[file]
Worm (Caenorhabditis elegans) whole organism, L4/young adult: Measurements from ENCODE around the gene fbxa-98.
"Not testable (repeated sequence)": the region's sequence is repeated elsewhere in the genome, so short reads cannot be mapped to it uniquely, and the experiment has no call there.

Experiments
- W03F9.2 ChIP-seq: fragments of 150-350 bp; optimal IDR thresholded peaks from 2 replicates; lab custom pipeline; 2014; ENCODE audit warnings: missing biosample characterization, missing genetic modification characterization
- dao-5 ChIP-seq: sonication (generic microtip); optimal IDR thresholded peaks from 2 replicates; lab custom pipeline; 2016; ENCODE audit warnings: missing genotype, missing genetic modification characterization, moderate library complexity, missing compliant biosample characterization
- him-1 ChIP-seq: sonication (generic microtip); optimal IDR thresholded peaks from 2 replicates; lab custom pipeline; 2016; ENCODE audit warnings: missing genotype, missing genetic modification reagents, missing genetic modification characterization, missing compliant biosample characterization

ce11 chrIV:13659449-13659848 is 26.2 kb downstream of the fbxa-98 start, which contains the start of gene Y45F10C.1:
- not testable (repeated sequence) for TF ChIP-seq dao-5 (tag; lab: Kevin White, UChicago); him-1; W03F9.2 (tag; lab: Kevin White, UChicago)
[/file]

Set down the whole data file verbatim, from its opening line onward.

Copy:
Worm (Caenorhabditis elegans) whole organism, L4/young adult: Measurements from ENCODE around the gene fbxa-98.
"Not testable (repeated sequence)": the region's sequence is repeated elsewhere in the genome, so short reads cannot be mapped to it uniquely, and the experiment has no call there.

Experiments
- W03F9.2 ChIP-seq: fragments of 150-350 bp; optimal IDR thresholded peaks from 2 replicates; lab custom pipeline; 2014; ENCODE audit warnings: missing biosample characterization, missing genetic modification characterization
- dao-5 ChIP-seq: sonication (generic microtip); optimal IDR thresholded peaks from 2 replicates; lab custom pipeline; 2016; ENCODE audit warnings: missing genotype, missing genetic modification characterization, moderate library complexity, missing compliant biosample characterization
- him-1 ChIP-seq: sonication (generic microtip); optimal IDR thresholded peaks from 2 replicates; lab custom pipeline; 2016; ENCODE audit warnings: missing genotype, missing genetic modification reagents, missing genetic modification characterization, missing compliant biosample characterization

ce11 chrIV:13659449-13659848 is 26.2 kb downstream of the fbxa-98 start, which contains the start of gene Y45F10C.1:
- not testable (repeated sequence) for TF ChIP-seq dao-5 (tag; lab: Kevin White, UChicago); him-1; W03F9.2 (tag; lab: Kevin White, UChicago)